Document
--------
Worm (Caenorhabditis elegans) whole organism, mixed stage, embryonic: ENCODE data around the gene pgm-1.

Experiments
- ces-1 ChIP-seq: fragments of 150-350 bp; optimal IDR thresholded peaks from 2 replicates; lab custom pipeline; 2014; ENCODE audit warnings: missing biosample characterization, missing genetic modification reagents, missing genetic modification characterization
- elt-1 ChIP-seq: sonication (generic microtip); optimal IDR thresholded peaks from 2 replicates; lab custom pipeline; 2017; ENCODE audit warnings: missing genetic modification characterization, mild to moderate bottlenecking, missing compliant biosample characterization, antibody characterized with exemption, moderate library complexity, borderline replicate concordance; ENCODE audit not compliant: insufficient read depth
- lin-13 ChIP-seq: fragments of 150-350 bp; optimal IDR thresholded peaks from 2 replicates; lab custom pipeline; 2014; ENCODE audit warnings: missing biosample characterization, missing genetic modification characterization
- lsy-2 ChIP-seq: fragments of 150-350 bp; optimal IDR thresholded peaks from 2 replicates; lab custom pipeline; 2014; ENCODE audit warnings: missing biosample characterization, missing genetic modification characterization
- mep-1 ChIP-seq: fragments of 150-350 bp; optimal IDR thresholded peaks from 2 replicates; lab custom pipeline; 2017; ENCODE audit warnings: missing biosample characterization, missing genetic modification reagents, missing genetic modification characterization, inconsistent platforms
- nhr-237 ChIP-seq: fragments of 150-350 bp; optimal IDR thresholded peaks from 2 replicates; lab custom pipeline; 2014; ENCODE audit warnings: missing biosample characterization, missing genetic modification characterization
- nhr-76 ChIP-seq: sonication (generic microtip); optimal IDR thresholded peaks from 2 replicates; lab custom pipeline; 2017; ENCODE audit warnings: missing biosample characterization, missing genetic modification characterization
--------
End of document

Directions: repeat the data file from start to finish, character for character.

Worm (Caenorhabditis elegans) whole organism, mixed stage, embryonic: ENCODE data around the gene pgm-1.

Experiments
- ces-1 ChIP-seq: fragments of 150-350 bp; optimal IDR thresholded peaks from 2 replicates; lab custom pipeline; 2014; ENCODE audit warnings: missing biosample characterization, missing genetic modification reagents, missing genetic modification characterization
- elt-1 ChIP-seq: sonication (generic microtip); optimal IDR thresholded peaks from 2 replicates; lab custom pipeline; 2017; ENCODE audit warnings: missing genetic modification characterization, mild to moderate bottlenecking, missing compliant biosample characterization, antibody characterized with exemption, moderate library complexity, borderline replicate concordance; ENCODE audit not compliant: insufficient read depth
- lin-13 ChIP-seq: fragments of 150-350 bp; optimal IDR thresholded peaks from 2 replicates; lab custom pipeline; 2014; ENCODE audit warnings: missing biosample characterization, missing genetic modification characterization
- lsy-2 ChIP-seq: fragments of 150-350 bp; optimal IDR thresholded peaks from 2 replicates; lab custom pipeline; 2014; ENCODE audit warnings: missing biosample characterization, missing genetic modification characterization
- mep-1 ChIP-seq: fragments of 150-350 bp; optimal IDR thresholded peaks from 2 replicates; lab custom pipeline; 2017; ENCODE audit warnings: missing biosample characterization, missing genetic modification reagents, missing genetic modification characterization, inconsistent platforms
- nhr-237 ChIP-seq: fragments of 150-350 bp; optimal IDR thresholded peaks from 2 replicates; lab custom pipeline; 2014; ENCODE audit warnings: missing biosample characterization, missing genetic modification characterization
- nhr-76 ChIP-seq: sonication (generic microtip); optimal IDR thresholded peaks from 2 replicates; lab custom pipeline; 2017; ENCODE audit warnings: missing biosample characterization, missing genetic modification characterization